Tracking China’s Economic Reopening
(Fig. 1) High‑frequency indicators of production and labor mobility
As of May 16, 2020. Migration series discontinued on May 4, 2020.
Source: Sanford C. Bernstein (Hong Kong) Limited. Analysis by T. Rowe Price.
Fiscal Policy in the Spotlight at NPC
As expected, fiscal policy took center stage at the NPC in efforts to reboot the Chinese economy. The central government budget deficit is only earmarked to increase from 2.8% in 2019 to 3.6% this year, a modest increase. A broader measure that includes off‑budget spending—notably, special purpose bonds to finance infrastructure—shows the fiscal deficit increasing from 5% of GDP last year to around 8% in 2020. Even on this broader measure, China’s fiscal response to the coronavirus appears modest when compared with other countries, and financial markets initially showed some disappointment. However, the shorter lockdown period in China, which coincided with the Chinese New Year holiday, has caused less severe economic damage and, therefore, less need for more extreme policy measures. And as Moody’s has commented, China gains support from other channels to assist recovery, such as government‑owned banks and state‑owned enterprises. This means total government support for the economy in China’s case is greater than the direct fiscal costs.
Turning to monetary policy, credit and money supply growth accelerated for a second consecutive month in April. Annual growth in total social financing rose to 12.0% in April from 11.5% in March, with strength in short‑term bills and corporate bonds. The central bank’s latest quarterly report said the People’s Bank of China will introduce “more powerful” policies in response to unprecedented economic challenges. Monetary easing in China will likely stay measured, however, since Beijing is aware of the dangers of further rapid credit creation. The massive unconventional monetary policies hurriedly introduced in the west were necessary amid broken credit transmission channels, a problem that China does not suffer. The problem for China is that credit had spiraled to high levels in the decade after the financial crisis. In recent years, the government switched its focus to moderate credit growth and gradual deleveraging. It knows this policy has to be put aside in the struggle against the coronavirus. But, at the same time, Beijing also does not want to signal that the commitment to better control credit growth has been abandoned.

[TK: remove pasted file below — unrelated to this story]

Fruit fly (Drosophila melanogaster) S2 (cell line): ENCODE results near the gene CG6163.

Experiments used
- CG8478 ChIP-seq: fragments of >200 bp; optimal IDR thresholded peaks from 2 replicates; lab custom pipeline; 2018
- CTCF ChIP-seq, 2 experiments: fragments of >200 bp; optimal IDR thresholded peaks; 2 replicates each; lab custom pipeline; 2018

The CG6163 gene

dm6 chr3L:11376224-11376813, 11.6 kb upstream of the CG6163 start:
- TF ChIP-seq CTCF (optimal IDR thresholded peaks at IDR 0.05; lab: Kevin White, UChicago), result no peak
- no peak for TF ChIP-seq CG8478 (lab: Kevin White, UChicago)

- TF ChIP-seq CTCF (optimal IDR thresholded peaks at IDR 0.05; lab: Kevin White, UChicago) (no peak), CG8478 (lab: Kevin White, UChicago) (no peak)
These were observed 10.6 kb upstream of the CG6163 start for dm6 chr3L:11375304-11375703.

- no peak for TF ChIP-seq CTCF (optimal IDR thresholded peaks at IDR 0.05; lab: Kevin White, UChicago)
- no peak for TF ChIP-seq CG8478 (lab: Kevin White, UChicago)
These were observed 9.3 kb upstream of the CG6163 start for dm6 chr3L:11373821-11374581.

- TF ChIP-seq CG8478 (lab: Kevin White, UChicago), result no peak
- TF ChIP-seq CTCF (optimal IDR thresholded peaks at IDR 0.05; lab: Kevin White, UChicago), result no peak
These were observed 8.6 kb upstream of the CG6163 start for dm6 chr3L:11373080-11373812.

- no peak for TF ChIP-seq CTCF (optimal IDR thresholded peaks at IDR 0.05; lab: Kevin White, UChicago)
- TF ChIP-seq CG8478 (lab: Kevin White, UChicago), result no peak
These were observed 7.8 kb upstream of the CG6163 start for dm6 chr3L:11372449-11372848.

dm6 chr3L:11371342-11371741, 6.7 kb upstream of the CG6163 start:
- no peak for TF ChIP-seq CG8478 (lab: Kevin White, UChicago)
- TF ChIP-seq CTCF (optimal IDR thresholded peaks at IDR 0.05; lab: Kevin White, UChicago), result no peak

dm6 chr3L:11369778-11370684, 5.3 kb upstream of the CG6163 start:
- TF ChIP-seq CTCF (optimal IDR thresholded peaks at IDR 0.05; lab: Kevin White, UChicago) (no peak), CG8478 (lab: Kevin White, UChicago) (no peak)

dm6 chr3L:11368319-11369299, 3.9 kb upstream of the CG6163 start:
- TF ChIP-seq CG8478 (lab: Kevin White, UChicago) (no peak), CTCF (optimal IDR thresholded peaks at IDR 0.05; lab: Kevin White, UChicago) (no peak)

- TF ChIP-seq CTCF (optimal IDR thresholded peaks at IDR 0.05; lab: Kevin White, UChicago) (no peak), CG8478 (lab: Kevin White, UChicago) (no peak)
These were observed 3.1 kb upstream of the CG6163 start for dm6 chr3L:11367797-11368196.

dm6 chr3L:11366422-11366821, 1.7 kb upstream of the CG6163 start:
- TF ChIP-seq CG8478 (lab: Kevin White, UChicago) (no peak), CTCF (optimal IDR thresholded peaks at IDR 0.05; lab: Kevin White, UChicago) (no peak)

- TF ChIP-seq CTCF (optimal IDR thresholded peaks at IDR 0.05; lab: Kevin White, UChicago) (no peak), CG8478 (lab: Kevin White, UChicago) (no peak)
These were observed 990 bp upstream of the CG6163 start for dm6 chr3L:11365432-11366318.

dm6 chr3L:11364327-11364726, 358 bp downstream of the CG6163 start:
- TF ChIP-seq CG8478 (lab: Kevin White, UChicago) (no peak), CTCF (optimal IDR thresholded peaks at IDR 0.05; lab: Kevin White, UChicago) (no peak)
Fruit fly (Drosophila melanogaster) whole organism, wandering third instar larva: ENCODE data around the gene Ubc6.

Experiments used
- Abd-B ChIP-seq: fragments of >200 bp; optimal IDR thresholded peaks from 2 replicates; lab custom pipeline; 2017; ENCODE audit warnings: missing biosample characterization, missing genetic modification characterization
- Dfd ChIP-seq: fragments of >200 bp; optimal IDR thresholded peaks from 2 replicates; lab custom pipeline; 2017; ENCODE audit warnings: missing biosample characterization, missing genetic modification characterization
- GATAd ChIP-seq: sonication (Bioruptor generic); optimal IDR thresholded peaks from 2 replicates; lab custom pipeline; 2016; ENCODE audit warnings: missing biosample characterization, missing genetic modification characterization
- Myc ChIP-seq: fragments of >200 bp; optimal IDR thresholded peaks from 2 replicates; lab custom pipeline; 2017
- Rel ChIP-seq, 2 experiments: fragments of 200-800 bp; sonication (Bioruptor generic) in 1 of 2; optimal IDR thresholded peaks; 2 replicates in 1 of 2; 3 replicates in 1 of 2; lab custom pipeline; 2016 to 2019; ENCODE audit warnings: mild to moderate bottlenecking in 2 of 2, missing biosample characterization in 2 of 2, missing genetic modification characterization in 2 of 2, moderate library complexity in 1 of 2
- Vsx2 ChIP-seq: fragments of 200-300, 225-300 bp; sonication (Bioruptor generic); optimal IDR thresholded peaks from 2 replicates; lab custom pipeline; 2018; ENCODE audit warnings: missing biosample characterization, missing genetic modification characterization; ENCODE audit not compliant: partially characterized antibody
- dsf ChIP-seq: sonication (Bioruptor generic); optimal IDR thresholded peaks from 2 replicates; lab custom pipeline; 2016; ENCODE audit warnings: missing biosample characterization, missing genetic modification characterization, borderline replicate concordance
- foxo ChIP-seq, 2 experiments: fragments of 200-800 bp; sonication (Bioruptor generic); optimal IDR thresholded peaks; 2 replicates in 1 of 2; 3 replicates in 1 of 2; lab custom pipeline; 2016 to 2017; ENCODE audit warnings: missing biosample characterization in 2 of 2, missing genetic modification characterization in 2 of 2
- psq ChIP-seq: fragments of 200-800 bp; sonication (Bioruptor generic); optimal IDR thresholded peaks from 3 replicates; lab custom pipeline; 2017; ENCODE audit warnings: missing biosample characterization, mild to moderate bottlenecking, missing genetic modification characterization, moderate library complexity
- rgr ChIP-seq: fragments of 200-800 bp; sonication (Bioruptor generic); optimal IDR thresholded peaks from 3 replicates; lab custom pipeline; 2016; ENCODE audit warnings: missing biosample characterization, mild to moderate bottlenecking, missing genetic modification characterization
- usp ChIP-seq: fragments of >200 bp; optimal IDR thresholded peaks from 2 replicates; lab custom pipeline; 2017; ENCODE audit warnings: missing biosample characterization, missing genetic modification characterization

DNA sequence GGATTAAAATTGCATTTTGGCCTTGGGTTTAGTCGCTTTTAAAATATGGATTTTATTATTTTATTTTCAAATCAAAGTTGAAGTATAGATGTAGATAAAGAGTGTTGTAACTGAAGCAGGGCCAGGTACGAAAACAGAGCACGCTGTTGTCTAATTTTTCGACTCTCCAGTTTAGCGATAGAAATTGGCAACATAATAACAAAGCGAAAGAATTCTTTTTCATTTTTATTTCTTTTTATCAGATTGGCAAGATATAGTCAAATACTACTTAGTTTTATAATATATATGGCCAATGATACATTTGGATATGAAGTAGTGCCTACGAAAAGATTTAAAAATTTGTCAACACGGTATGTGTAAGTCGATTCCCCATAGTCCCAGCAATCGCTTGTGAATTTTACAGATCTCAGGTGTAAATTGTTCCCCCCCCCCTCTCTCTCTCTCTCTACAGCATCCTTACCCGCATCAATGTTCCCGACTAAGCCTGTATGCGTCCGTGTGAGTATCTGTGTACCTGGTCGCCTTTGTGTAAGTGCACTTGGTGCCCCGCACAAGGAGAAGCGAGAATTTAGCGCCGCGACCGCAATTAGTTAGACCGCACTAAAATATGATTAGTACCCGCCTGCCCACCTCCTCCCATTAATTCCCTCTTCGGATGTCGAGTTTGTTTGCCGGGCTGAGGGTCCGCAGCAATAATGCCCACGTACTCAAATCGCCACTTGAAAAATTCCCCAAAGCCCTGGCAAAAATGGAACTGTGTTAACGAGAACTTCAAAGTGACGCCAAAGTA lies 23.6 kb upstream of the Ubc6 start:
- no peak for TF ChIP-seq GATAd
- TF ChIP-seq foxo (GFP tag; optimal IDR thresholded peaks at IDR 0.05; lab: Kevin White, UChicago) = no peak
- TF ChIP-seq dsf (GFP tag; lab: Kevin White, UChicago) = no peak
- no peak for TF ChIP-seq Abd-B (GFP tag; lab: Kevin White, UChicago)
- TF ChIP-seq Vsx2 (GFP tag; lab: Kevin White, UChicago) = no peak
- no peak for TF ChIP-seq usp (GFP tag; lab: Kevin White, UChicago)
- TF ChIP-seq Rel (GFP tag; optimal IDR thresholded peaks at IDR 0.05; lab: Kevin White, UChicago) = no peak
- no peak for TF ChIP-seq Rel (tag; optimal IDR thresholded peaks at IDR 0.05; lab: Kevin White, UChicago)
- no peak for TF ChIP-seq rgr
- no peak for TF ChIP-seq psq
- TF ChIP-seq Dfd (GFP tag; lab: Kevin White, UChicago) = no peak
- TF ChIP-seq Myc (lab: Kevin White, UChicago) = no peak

There is optionality in China’s more targeted approach to reflation compared with other countries. It leaves room for further policy support to the economy if required, support domestic investors know can be implemented speedily and effectively, without resorting to unnecessary debt and credit expansion. Looking ahead, external demand is currently the major economic risk for China, as the global recession triggered by the coronavirus has only just begun to make its presence felt. But we think fiscal stimulus via infrastructure investment plus some pent‑up consumer and property demand should be enough to offset weaker export demand and prevent an outright contraction in the Chinese economy in 2020.
Stable Bond and Currency Markets Positive for Equities
Stable bond and currency markets help to provide a favorable backdrop for Chinese equities, in our view. China’s domestic bond market has strong fundamentals and offers foreign investors diversification benefits and an attractive yield. As a result, inflows into China’s central government bonds have stayed positive (USD 7.25 billion in April). Overseas investor demand should continue to firm given a backdrop of monetary easing and falling inflation.
At the NPC, Li committed to keeping China’s currency, the renminbi (RMB), stable at a reasonable level. Rising U.S.‑China tensions have led the renminbi to weaken recently against the U.S. dollar. But Beijing continues to show no desire to pursue a deliberate weak currency policy, a high‑risk option in turbulent markets that runs counter to China’s long‑term aim of promoting the RMB as an international currency. Since the coronavirus crisis, the RMB has been firmer than the average emerging market currency and on a trade‑weighted basis has strengthened year‑to‑date.